I have long been a student of US and US military history. Having had two now deceased uncles who both served in the European Theater and several familyfriends and parishioners who served in both the European and Pacific Theaters, books about the Second World War have always interested me.
When I saw James Hornfischer’s book, The Fleet at Flood Tide (TBP 2016 by Bantam) was available for request and review, I requested it thinking that it would be another great book on the exploits of the American Navy and Marines as they moved to defeat Imperial Japan.
But I was wrong… wrong in a very good way. For what I received from this book was an education about the emergence of US military doctrine that was formed as the US faced an increasingly suicidal enemy which caused the terrible deaths of both military and civilians. The doctrine of Total War.
Yes, book is also about those who led American forces into Guam, Tinian, Saipan and onto Okinawa and Iwo Jima and ultimately the atom bomb to Japan. People such as Marc Mitscher and Ray Spruance of the Navy; Holland Smith of the Marine Corpt; and Paul Tibbets of the Army Air Corps. It also about those who defended these islands such as Yoshitsugu Saito of the Imperial Japanese Army and Chuichi Nagumo of the Imperial Japanese Navy. And Hornfischer’s introduction of Shizuko Miura, a civilian nurse and Captain Sakae Oba who held out along with several hundred civilians and military on Saipan until December 1, 1945 when he surrendered, added an new dimension for me to understand what went on during those battles.
Detail descriptions of the movements and tactics abound throughout the book as Hornfischer describes the evolution of amphibious operations developed in the larger campaign as well as the introduction of now common military outfits and munitions. Groups like SEAL’s and weapons like napalm.
But it is the result of what American forces witnessed on these islands, no less than mass suicide, and the kamikaze attacks on US ships, that forces the doctrine of total war to be implemented which ultimately led to the still controversial decision to drop atomic bombs on Hiroshima and Nagasaki Japan to avoid the high death count of both American troops and Japanese civilians. Hornfischer’s narrative on this decision making process as well as the detailed accounts of the Japanese surrender on September 2, 1945 and how Japan was occupied in the weeks and months following its surrender adds depth and understanding to this time of both American and world history.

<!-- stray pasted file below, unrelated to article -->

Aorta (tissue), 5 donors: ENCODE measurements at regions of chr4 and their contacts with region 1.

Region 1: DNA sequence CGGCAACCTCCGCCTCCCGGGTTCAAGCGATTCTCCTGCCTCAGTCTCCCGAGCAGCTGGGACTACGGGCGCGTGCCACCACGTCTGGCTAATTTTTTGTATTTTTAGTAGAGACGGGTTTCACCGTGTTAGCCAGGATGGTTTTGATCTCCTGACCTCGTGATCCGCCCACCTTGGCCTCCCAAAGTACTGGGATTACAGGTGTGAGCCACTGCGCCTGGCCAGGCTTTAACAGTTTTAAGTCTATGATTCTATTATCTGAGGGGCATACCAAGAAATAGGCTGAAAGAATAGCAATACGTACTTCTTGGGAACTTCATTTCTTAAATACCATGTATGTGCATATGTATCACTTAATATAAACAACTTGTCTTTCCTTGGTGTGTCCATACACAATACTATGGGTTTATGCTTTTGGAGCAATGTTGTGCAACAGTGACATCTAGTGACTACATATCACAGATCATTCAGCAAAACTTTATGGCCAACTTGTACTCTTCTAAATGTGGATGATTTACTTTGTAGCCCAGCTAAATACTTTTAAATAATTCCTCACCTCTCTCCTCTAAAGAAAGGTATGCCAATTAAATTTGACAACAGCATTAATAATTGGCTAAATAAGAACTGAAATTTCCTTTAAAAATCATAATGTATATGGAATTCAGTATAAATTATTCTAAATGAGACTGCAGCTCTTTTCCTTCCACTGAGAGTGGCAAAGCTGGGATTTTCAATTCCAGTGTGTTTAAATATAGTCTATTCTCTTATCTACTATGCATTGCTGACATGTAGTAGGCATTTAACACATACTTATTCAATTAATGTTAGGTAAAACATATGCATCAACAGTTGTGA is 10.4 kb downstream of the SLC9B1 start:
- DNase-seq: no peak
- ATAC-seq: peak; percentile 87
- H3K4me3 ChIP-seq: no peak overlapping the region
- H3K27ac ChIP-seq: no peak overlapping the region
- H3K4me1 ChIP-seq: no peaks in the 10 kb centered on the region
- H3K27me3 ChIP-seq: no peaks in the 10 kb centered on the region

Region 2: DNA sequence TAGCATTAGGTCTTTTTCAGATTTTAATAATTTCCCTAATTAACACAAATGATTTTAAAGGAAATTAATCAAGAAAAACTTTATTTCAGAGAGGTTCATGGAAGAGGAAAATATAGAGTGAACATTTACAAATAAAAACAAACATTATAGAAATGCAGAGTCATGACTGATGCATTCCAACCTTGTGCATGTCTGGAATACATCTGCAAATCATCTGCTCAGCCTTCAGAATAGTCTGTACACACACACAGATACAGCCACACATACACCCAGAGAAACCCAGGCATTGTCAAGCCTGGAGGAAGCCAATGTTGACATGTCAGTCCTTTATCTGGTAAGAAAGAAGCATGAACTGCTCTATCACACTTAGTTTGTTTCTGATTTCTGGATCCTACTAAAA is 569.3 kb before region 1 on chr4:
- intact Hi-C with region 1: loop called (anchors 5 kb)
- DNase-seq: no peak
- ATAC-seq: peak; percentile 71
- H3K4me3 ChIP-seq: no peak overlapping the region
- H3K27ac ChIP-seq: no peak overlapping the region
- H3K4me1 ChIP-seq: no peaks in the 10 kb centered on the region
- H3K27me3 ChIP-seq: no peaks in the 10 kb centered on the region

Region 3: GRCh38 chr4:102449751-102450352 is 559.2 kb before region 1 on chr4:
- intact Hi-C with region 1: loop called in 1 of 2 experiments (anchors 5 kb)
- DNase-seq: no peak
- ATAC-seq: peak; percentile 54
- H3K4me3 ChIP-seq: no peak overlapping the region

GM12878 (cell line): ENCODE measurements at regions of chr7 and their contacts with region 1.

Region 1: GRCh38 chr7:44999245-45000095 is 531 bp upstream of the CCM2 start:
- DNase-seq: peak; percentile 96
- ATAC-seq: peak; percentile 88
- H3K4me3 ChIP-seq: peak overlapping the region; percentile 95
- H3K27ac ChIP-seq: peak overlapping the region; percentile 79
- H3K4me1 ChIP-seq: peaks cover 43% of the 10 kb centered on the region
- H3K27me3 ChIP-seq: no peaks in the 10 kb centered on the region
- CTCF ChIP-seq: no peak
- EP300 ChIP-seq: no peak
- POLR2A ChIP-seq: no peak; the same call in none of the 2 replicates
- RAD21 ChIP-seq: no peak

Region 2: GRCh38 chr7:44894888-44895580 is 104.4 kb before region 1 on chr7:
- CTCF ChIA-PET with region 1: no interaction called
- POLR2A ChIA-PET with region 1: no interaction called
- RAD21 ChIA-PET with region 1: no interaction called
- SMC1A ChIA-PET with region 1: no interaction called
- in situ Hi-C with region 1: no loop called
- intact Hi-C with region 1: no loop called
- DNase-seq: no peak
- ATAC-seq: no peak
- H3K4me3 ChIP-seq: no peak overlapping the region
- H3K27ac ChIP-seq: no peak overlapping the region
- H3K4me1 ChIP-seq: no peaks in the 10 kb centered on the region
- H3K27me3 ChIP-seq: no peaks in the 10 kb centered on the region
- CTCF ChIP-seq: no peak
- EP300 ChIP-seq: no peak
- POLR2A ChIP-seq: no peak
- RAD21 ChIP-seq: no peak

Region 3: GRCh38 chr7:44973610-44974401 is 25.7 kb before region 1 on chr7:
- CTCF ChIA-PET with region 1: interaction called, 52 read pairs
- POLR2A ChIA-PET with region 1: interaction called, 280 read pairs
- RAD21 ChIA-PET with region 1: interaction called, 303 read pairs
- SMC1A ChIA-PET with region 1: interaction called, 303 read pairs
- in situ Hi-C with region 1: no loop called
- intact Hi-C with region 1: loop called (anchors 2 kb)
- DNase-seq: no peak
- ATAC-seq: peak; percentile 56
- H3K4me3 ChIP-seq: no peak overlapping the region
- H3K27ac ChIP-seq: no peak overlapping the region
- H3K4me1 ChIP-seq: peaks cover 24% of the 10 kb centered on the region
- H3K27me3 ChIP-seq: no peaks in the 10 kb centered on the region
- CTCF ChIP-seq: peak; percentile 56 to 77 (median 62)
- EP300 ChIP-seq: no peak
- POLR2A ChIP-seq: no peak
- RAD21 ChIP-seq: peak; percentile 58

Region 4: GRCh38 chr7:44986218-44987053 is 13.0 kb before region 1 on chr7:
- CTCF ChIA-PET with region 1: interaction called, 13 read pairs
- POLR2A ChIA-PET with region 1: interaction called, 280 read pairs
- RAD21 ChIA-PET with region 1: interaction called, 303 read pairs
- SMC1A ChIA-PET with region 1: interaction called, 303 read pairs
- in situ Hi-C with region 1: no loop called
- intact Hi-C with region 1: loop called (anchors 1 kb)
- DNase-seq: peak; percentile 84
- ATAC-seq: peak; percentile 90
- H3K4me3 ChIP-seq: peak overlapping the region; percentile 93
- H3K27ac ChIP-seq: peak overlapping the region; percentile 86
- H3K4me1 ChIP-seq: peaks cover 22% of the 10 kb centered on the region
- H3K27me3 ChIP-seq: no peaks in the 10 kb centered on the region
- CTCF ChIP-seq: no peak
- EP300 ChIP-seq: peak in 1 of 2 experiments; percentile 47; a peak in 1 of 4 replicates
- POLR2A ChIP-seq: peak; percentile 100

The Fleet at Flood Tide is a comprehensive look at American military policy and operation in a way that I have never read. It raises the issues of how war was and is conducted and what happens when moral lines, because of battlefield realities, are crossed to try to save life and not destroy it. This book will continue the debate over the use of the atomic bomb but it should also bring to light the realities of a similar mindset in this day and age of those for whom death is an honor and not something to avoid. How do we deal with such a mindset?
I enjoyed the Fleet at Flood Tide and I think that it would be a welcomed addition to history classes about the ethics of war as well as a comprehensive look at the final year of war in the Pacific.
I gave this book a five-star rating on Goodreads.
Note I received a galley copy of the book from the publisher via Net Galley in exchange for a review. I was not required to write a positive review.